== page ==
That being said, it’s easy to talk about mental toughness, but it’s completely different when you’re in the middle of the experience. Before you plan your first Alaska DIY journey, Henderson suggests that you test yourself and your equipment on a western backcountry hunt first. Although the Rocky Mountain region isn’t Alaska, it will give you a little taste of what to expect. Also, purposely push yourself and your gear in poor weather conditions.

“Pitch your tent in the wind and rain, sleep out in the cold for a couple nights, shoot your bow when the weather sucks, and hike with a heavy pack in a downpour,” Henderson said. Not only will this test your gear’s performance, but it will also test your mental fortitude.

Sitka blacktails are the perfect species for an inaugural Alaska DIY bowhunt. Abe Henderson took this Kodiak Island prize with his longbow.
Sitka blacktails are the perfect species for an inaugural Alaska DIY bowhunt. Abe Henderson took this Kodiak Island prize with his longbow.

Adventure Awaits

Alaska can be the greatest bowhunting adventure of your life, but it can also be the most difficult one. As Mark Twain so eloquently explained, “Twenty years from now you will be more disappointed by the things you didn’t do than by the ones you did do. So throw off the bowlines. Sail away from the safe harbor. Catch the trade winds in your sails. Explore. Dream. Discover.”

Don’t hold back — an Alaska DIY adventure awaits you.

Sitka Gear Mountain Hauler 4000
Sitka Gear Mountain Hauler 4000

Sidebar: Dependable Gear for Alaska

Sitka Gear’s new Mountain Hauler 4000 is an ideal mountain pack for those extended trips. Offering 3,700 cubic inches of non-expandable space, plus the ability to expand an additional 800 cubic inches, you’ll have more than enough space to haul all the essentials. The T-6 6061 aluminum frame provides an adjustable suspension and a strong chassis so you can haul heavy loads. The Mountain Hauler also features a pair of Vertical exterior pockets, as well as numerous other pockets for organization. Add to this the tri-component molded foam shoulder yoke and hip belt, and a tough 220-denier outer shell with even tougher 450-denier underside and back panels.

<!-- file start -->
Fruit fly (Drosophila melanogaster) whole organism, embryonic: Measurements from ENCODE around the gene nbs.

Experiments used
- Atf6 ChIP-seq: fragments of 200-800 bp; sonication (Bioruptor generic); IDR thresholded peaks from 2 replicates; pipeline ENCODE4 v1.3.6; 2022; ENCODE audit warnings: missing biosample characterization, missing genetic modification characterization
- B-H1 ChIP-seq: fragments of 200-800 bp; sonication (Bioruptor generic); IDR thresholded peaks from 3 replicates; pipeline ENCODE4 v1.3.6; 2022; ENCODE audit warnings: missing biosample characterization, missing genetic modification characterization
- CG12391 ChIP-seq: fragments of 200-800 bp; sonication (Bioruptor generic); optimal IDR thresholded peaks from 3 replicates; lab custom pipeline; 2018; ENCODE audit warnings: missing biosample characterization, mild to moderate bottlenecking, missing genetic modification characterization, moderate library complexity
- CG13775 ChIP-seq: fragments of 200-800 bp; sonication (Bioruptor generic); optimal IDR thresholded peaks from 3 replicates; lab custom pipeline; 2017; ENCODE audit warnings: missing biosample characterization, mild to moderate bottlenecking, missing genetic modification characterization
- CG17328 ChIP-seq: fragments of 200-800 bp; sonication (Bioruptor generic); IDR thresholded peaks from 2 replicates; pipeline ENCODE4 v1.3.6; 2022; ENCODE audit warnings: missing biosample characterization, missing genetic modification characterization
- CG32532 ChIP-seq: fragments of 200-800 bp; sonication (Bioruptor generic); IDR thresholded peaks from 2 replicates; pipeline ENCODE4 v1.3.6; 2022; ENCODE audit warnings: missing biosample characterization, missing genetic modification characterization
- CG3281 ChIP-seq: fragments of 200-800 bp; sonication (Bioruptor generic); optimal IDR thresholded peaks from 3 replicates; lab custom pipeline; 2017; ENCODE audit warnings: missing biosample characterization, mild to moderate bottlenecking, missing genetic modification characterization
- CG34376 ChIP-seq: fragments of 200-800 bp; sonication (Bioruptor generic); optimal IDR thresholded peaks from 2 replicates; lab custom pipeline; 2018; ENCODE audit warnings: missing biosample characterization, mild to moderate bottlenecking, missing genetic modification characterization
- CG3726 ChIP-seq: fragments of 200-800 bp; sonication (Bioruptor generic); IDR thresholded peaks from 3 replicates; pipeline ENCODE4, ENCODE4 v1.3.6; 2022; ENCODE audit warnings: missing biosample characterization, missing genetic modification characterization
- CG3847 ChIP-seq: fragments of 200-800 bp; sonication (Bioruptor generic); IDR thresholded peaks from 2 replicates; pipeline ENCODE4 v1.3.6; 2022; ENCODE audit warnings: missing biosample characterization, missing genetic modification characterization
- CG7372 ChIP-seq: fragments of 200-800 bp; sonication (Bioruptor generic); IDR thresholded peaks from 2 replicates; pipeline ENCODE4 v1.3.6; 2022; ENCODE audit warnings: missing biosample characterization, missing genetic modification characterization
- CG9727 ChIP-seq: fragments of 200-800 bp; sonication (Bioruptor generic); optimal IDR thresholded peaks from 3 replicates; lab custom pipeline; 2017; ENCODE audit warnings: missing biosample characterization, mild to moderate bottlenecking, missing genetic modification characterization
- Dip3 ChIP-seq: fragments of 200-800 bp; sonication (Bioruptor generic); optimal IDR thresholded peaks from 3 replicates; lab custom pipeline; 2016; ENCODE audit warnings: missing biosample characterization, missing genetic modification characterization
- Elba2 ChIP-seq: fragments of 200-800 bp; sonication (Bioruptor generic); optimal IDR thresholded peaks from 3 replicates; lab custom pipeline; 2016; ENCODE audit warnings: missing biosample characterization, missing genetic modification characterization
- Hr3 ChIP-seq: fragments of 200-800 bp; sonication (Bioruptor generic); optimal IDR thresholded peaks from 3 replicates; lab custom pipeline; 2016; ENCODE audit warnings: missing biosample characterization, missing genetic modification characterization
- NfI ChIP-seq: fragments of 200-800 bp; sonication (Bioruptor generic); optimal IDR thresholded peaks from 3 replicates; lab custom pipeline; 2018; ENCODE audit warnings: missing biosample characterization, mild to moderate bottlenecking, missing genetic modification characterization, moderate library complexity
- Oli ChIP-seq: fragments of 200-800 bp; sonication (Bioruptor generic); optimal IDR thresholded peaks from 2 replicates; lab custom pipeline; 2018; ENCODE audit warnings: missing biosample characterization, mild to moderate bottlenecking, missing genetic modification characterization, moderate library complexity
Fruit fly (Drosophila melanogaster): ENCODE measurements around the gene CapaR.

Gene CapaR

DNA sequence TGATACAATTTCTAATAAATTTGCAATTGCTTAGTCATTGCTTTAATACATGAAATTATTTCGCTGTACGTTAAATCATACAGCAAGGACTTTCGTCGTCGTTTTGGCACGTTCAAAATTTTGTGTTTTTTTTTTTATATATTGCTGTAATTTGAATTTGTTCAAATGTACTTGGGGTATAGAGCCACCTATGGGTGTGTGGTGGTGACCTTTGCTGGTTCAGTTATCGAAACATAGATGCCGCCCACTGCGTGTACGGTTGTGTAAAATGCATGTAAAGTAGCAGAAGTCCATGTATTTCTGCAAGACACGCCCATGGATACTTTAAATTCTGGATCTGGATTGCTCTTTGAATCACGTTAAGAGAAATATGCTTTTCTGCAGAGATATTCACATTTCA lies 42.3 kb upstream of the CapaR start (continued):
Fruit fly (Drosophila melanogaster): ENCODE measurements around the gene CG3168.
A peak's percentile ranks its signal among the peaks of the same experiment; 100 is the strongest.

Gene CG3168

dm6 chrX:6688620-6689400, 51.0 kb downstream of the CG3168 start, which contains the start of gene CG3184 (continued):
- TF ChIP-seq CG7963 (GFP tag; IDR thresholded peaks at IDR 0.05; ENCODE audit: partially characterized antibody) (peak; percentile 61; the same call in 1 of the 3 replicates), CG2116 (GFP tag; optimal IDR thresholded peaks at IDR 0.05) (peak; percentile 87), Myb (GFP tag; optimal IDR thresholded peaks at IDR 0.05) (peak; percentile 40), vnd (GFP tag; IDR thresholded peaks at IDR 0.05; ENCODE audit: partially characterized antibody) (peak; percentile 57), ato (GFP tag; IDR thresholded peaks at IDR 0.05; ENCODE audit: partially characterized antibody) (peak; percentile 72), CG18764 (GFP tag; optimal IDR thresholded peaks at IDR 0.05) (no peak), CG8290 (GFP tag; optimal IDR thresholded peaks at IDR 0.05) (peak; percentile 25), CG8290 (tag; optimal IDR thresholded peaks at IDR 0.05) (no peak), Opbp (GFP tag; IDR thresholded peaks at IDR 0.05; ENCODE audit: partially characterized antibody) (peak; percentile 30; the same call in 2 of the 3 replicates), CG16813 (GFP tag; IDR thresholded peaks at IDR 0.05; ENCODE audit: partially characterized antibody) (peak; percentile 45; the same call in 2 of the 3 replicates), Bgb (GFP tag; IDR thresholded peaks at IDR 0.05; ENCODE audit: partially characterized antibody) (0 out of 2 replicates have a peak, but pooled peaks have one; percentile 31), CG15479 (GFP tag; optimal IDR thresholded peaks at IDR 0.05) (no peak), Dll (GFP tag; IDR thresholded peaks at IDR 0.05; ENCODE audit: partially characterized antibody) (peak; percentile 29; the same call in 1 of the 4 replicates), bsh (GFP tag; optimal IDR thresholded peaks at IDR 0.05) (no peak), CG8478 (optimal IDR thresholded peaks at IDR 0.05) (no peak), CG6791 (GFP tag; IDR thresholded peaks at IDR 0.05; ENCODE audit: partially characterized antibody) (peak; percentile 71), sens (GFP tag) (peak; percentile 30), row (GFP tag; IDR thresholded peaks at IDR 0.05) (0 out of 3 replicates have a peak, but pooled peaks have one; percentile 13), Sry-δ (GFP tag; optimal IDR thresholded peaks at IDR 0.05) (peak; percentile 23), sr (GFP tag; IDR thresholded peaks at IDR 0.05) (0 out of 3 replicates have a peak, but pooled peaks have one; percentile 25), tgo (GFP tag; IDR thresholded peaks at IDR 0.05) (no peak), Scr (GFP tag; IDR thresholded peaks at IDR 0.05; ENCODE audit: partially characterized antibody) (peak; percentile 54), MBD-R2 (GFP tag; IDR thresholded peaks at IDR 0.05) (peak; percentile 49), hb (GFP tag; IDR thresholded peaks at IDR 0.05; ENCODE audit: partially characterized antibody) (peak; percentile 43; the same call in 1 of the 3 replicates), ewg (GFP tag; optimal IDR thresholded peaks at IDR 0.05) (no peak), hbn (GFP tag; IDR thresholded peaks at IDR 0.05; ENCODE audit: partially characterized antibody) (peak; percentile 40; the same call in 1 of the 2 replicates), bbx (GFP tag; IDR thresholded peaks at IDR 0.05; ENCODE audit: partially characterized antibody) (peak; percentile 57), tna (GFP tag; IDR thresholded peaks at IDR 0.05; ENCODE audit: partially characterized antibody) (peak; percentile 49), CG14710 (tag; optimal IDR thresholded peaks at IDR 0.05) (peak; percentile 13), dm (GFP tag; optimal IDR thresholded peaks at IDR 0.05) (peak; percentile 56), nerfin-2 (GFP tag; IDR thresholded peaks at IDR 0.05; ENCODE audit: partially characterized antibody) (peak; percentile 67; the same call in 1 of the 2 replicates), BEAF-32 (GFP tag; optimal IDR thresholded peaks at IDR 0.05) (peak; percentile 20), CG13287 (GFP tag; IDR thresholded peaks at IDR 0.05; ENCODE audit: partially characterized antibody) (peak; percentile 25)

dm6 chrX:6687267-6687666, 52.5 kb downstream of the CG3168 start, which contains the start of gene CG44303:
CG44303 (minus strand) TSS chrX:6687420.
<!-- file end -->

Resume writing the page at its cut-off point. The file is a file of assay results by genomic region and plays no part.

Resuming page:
Featuring powerful 15-18X magnification, the new Maven B.5 binocular features top-tier Fluorite glass for eliminating chromatic aberration, Abbe-Koenig prisms for maximum light transmission, and 56mm objective lenses for optimal light gathering. With superior edge-to-edge clarity and a large objective lens, the B.5 is designed to give hunters the edge during low-light conditions, and at only 43 ounces, they are light enough light enough for hunters to cover miles with their eyes and boots. Like all B series glass from Maven, the B.5 can be fully personalized with a variety of camo armoring, anodized accent colors, and optional engraving.

G5’s Striker V2 is a fixed, replaceable-blade broadhead with a cut-on-contact 100-percent stainless steel design. Like its predecessor, the Striker V2 has extremely sharp Lutz blades and the blade retention system on the Striker V2 features a stronger hold, increasing the broadhead’s reliability, while still keeping blade replacement extremely simple. The ferrule of the Striker V2 is fully machined stainless steel and a cutting diameter of 1.25 inches.

With three models to choose from, the new Endurance rangefinder series from Hawke will meet the needs of bowhunters and gun hunters alike. With the development of OLED technology, the Endurance series offers a fully multi-coated 6X optical system with an adjustable diopter display that features red illumination icons. This provides extremely high light transmission with true color capabilities that not only give you a precise yardage reading, but does so regardless of the angle or rain conditions. Water- and fog-proof, the Endurance series has a durable ergonomic feel and is available in 700m, 1000m and 1500m versions.